According to Politico Pro, the state of Florida is going to keep yet another grant that is funded (partly) from the federal health care reform law. The state has dismissed other grants that were awarded from the federal government because the state Legislature is opposed to the Affordable Care Act.
The U.S. Health and Human Services announced yesterday that it was awarding “$49 million in grants, partly supported by the Affordable Care Act (ACA), to improve the quality of health care and strengthen the public health infrastructure.”
According to the federal health agency’s press release:
Awarded to all fifty States, the grants strengthen State, local and territorial health departments’ capacity to perform critical epidemiology and laboratory work, detect and prevent healthcare-associated infections and support immunization programs. This is double the spending for the same programs in 2010.
“Investing in public health is a key part of the Affordable Care Act. It helps transform our nation’s health care system from one based on when people get sick to one that prevents disease in the first place,” said Sebelius.
The grants will fund key State and local public health programs supported through the Centers for Disease Control and Prevention (CDC). Of the grants awarded, $35.8 million in Prevention and Public Health Fund dollars and $3.8 million in additional CDC funding will go to increasing epidemiology, laboratory and health information systems capacity at health departments in all 50 States, two territories and the six largest local jurisdictions (such as the cities of Los Angeles and Philadelphia). This is the second year that the Affordable Care Act has strengthened public health departments’ capacity to fight infectious diseases through enhanced workforce training and improved information technology.
“This funding will be used to create jobs, enabling the hiring and training of epidemiologists, laboratory scientists and health information specialists in the field of infectious diseases. These are experts who often work behind the scenes in health care to fight disease and keep us healthy,” said Dr. Thomas Frieden, MD, MPH, Director of the Centers for Disease Control and Prevention. “These grants will also make it easier for health departments to better manage and exchange important information.”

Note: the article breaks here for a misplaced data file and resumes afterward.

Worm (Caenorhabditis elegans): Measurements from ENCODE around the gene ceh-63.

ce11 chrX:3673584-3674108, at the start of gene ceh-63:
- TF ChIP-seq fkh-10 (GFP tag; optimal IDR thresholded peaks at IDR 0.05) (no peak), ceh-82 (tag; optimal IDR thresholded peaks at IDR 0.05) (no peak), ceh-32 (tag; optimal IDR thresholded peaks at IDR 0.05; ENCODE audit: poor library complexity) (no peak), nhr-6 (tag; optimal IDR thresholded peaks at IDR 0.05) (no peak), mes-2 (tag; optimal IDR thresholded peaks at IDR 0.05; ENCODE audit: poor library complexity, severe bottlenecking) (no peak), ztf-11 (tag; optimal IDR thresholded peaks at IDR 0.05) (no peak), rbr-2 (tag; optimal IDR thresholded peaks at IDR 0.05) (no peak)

Florida, in particular, was awarded nearly $1.5 million of this grant money to its state health department.
Unlike many other grants awarded to the state through the Affordable Care Act, Florida will actually be using these grants, according to Politico Pro. The site is reporting that state officials intend to keep this money, despite its past rejection of other grants:
Florida officials refuse to accept health reform funding that will entangle the state in its implementation, Brian Burgess, Gov. Rick Scott’s communications director, wrote in an email to POLITICO. “However, there are some instances where funding for existing programs has been tucked into the Affordable Care Act”
The GOP-led state Legislature turned down millions of dollars allocated to things such as child abuse and neglect prevention in the state, even though Scott approved the grants. Legislators have cited the state’s litigation against the federal health care reform law as a reason for rejecting the grants.
However, the Legislature did approve funds for abstinence education that was allocated by the health care reform law. State Sen. Nan Rich, D-Weston, criticized the Florida Legislature for its “hypocrisy” in accepting those funds and not others.
Advocates are also calling foul over the state’s rejection of federal funds for community health centers — specifically those awarded to Osceola County. Because independent community health centers do not require funding approval from the state Legislature, they have been able to use the money that was awarded to them.
Recently, Scott defended the state’s rejection of federal health care money during a C-SPAN appearance.